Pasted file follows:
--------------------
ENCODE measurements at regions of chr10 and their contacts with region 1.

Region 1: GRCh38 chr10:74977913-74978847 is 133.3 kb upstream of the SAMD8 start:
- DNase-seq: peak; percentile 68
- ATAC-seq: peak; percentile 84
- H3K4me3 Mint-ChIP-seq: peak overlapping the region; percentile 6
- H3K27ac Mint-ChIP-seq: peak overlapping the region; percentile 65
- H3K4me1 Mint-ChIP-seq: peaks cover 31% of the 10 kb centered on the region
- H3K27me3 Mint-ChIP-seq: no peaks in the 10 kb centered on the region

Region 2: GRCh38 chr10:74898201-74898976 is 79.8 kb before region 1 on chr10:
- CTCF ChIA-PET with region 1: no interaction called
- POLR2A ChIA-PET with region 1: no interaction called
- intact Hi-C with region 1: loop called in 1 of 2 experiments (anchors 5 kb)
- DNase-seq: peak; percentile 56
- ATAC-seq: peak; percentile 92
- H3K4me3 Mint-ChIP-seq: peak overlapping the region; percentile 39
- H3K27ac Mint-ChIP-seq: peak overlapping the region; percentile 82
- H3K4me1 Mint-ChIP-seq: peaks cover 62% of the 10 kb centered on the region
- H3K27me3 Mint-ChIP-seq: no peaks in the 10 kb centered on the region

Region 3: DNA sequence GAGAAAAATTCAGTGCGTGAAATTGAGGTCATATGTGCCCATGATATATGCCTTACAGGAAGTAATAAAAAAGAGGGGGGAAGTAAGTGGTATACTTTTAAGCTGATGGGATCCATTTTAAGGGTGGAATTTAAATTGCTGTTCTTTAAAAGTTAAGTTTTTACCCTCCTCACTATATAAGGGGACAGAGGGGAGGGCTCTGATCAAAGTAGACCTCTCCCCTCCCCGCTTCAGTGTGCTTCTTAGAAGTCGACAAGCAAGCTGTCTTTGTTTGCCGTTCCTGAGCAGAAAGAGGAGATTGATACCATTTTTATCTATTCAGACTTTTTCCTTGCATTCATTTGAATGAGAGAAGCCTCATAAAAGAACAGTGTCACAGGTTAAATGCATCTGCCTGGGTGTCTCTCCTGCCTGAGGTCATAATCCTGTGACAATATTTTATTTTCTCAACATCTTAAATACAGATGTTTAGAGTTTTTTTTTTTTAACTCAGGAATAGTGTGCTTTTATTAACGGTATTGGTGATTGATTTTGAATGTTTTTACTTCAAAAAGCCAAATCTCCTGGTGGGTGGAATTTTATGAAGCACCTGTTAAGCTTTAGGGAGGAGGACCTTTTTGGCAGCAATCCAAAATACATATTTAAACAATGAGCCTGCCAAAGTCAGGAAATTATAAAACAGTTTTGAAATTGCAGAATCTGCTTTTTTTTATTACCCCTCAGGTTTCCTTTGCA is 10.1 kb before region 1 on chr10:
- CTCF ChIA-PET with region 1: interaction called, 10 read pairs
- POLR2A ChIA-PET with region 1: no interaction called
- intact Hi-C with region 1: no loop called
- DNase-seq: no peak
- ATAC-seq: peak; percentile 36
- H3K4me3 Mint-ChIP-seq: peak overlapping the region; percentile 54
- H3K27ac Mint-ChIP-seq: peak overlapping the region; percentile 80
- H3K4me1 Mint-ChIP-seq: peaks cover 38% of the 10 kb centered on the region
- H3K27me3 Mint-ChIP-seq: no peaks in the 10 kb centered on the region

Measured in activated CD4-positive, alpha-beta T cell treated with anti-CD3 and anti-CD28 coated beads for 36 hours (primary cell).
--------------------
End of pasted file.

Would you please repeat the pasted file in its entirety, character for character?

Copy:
ENCODE measurements at regions of chr10 and their contacts with region 1.

Region 1: GRCh38 chr10:74977913-74978847 is 133.3 kb upstream of the SAMD8 start:
- DNase-seq: peak; percentile 68
- ATAC-seq: peak; percentile 84
- H3K4me3 Mint-ChIP-seq: peak overlapping the region; percentile 6
- H3K27ac Mint-ChIP-seq: peak overlapping the region; percentile 65
- H3K4me1 Mint-ChIP-seq: peaks cover 31% of the 10 kb centered on the region
- H3K27me3 Mint-ChIP-seq: no peaks in the 10 kb centered on the region

Region 2: GRCh38 chr10:74898201-74898976 is 79.8 kb before region 1 on chr10:
- CTCF ChIA-PET with region 1: no interaction called
- POLR2A ChIA-PET with region 1: no interaction called
- intact Hi-C with region 1: loop called in 1 of 2 experiments (anchors 5 kb)
- DNase-seq: peak; percentile 56
- ATAC-seq: peak; percentile 92
- H3K4me3 Mint-ChIP-seq: peak overlapping the region; percentile 39
- H3K27ac Mint-ChIP-seq: peak overlapping the region; percentile 82
- H3K4me1 Mint-ChIP-seq: peaks cover 62% of the 10 kb centered on the region
- H3K27me3 Mint-ChIP-seq: no peaks in the 10 kb centered on the region

Region 3: DNA sequence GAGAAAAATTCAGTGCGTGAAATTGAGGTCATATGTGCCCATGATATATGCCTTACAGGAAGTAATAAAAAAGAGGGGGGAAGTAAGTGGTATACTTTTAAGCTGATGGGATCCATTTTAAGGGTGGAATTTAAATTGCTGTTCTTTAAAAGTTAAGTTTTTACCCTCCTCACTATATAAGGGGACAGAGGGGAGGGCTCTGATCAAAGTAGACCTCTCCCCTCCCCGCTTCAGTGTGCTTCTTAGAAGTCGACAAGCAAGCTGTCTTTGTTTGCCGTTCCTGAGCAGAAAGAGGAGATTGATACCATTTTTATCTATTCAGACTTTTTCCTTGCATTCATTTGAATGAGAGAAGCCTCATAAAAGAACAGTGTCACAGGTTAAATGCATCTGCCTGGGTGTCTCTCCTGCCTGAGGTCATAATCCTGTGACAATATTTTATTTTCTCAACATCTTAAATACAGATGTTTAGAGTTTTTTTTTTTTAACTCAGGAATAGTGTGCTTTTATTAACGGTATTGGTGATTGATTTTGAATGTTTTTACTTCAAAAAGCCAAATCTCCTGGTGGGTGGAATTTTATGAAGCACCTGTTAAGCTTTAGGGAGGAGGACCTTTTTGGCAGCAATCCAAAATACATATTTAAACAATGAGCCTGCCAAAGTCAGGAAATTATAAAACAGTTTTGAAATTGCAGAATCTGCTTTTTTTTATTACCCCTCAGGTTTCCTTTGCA is 10.1 kb before region 1 on chr10:
- CTCF ChIA-PET with region 1: interaction called, 10 read pairs
- POLR2A ChIA-PET with region 1: no interaction called
- intact Hi-C with region 1: no loop called
- DNase-seq: no peak
- ATAC-seq: peak; percentile 36
- H3K4me3 Mint-ChIP-seq: peak overlapping the region; percentile 54
- H3K27ac Mint-ChIP-seq: peak overlapping the region; percentile 80
- H3K4me1 Mint-ChIP-seq: peaks cover 38% of the 10 kb centered on the region
- H3K27me3 Mint-ChIP-seq: no peaks in the 10 kb centered on the region

Measured in activated CD4-positive, alpha-beta T cell treated with anti-CD3 and anti-CD28 coated beads for 36 hours (primary cell).